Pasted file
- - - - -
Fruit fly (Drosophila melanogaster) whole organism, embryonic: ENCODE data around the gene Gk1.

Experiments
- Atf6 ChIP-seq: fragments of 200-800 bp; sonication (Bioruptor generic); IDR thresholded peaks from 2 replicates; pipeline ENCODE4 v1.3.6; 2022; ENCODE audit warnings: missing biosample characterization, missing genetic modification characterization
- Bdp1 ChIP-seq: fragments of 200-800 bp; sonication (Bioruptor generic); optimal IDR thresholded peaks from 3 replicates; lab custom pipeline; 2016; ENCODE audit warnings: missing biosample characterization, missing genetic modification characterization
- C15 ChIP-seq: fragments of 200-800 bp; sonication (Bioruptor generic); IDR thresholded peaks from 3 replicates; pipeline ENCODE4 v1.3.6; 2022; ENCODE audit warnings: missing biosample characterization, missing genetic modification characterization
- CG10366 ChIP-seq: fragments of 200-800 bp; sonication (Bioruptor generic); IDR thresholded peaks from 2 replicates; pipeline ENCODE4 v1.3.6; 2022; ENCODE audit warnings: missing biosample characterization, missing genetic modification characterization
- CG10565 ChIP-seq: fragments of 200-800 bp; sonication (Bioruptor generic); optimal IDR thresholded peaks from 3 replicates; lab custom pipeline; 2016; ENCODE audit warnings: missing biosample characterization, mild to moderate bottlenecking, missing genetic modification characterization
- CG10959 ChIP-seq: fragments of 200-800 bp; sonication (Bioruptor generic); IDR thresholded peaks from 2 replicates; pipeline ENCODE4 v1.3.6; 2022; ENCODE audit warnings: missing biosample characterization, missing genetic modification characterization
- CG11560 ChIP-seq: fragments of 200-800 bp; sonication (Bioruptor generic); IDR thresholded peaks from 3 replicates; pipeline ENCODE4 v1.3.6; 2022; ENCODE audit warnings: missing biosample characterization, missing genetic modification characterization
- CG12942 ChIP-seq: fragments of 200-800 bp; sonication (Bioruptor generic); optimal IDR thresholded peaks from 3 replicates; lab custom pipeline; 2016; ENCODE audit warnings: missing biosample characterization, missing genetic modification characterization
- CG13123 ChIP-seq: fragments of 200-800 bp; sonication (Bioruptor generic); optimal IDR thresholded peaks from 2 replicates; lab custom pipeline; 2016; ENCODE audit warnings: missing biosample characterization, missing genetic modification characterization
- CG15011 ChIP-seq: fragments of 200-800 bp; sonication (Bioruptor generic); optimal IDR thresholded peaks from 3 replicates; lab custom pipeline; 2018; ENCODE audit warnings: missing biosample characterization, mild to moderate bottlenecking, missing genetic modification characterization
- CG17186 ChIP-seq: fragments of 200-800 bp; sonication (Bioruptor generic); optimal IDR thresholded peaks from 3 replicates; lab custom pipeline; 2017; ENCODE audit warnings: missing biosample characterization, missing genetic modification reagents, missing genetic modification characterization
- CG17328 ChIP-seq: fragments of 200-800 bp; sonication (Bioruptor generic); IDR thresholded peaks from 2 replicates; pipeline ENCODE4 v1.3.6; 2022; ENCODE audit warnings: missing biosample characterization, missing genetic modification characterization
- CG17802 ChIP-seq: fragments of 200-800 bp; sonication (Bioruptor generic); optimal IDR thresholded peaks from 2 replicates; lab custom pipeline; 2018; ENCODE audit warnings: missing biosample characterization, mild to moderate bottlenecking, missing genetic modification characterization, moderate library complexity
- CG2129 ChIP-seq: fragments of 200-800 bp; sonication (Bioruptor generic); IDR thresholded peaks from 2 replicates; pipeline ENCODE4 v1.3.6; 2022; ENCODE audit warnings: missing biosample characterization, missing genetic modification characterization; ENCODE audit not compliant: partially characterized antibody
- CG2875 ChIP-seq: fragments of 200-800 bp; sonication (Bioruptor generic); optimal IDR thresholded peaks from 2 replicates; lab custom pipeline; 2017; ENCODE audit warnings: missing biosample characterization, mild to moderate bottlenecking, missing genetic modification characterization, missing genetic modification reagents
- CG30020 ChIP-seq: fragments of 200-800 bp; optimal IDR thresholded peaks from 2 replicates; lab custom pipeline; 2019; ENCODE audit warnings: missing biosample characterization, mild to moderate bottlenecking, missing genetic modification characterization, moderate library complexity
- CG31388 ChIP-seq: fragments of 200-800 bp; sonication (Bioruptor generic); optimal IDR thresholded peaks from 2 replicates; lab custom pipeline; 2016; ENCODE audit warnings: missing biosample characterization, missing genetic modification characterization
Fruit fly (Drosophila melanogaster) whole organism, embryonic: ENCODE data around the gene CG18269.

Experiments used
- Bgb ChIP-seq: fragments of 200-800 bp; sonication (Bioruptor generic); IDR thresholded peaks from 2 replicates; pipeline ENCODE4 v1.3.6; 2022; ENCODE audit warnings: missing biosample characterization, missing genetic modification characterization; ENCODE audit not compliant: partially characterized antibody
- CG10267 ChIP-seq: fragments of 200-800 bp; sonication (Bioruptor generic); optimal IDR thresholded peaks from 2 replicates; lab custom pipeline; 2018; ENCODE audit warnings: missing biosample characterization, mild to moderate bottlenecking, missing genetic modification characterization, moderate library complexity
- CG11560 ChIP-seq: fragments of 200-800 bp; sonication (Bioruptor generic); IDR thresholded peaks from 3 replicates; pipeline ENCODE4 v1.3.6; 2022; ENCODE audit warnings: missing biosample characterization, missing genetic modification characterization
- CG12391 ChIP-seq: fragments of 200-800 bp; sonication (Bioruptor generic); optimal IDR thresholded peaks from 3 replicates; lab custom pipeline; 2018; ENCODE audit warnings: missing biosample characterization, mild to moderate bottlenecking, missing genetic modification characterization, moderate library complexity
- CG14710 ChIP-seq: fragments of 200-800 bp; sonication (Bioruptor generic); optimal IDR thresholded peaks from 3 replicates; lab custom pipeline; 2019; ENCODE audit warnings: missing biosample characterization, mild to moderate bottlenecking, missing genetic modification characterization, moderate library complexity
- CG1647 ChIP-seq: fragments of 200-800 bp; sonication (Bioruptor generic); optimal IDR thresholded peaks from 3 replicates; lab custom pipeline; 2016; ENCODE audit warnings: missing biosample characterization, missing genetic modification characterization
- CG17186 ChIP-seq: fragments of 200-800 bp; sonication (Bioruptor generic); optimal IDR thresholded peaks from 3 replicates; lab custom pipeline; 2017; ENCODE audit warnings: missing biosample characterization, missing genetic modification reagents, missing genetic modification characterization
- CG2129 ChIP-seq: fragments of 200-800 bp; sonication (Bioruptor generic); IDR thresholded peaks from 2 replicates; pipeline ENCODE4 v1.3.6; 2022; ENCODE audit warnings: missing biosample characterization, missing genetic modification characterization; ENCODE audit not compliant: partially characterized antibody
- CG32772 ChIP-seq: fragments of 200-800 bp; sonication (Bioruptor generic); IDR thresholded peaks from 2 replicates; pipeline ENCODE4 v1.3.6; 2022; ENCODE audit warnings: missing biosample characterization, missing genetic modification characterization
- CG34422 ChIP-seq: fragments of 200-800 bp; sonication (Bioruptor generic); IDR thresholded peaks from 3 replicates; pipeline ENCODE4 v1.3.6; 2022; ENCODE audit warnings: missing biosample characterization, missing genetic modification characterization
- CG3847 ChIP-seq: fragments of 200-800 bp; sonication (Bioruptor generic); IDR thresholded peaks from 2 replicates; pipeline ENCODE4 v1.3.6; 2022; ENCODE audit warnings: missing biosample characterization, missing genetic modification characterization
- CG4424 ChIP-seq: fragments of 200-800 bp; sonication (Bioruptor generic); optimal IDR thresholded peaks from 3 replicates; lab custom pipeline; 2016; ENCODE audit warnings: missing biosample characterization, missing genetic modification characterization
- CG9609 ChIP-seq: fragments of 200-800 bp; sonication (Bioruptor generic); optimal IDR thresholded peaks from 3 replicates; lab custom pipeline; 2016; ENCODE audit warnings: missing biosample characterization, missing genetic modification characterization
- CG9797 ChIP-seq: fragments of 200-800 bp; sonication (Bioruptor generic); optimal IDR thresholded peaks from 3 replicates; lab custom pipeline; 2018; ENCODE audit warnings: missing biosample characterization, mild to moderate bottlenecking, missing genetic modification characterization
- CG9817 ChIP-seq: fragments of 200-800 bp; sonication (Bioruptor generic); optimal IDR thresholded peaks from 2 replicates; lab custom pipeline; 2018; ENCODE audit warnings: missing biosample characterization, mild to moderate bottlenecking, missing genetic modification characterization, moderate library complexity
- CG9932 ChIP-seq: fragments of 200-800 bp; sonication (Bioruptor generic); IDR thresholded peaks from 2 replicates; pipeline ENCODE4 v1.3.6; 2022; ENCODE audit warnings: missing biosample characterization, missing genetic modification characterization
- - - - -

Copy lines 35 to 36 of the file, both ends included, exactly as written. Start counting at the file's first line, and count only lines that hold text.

- CG9797 ChIP-seq: fragments of 200-800 bp; sonication (Bioruptor generic); optimal IDR thresholded peaks from 3 replicates; lab custom pipeline; 2018; ENCODE audit warnings: missing biosample characterization, mild to moderate bottlenecking, missing genetic modification characterization
- CG9817 ChIP-seq: fragments of 200-800 bp; sonication (Bioruptor generic); optimal IDR thresholded peaks from 2 replicates; lab custom pipeline; 2018; ENCODE audit warnings: missing biosample characterization, mild to moderate bottlenecking, missing genetic modification characterization, moderate library complexity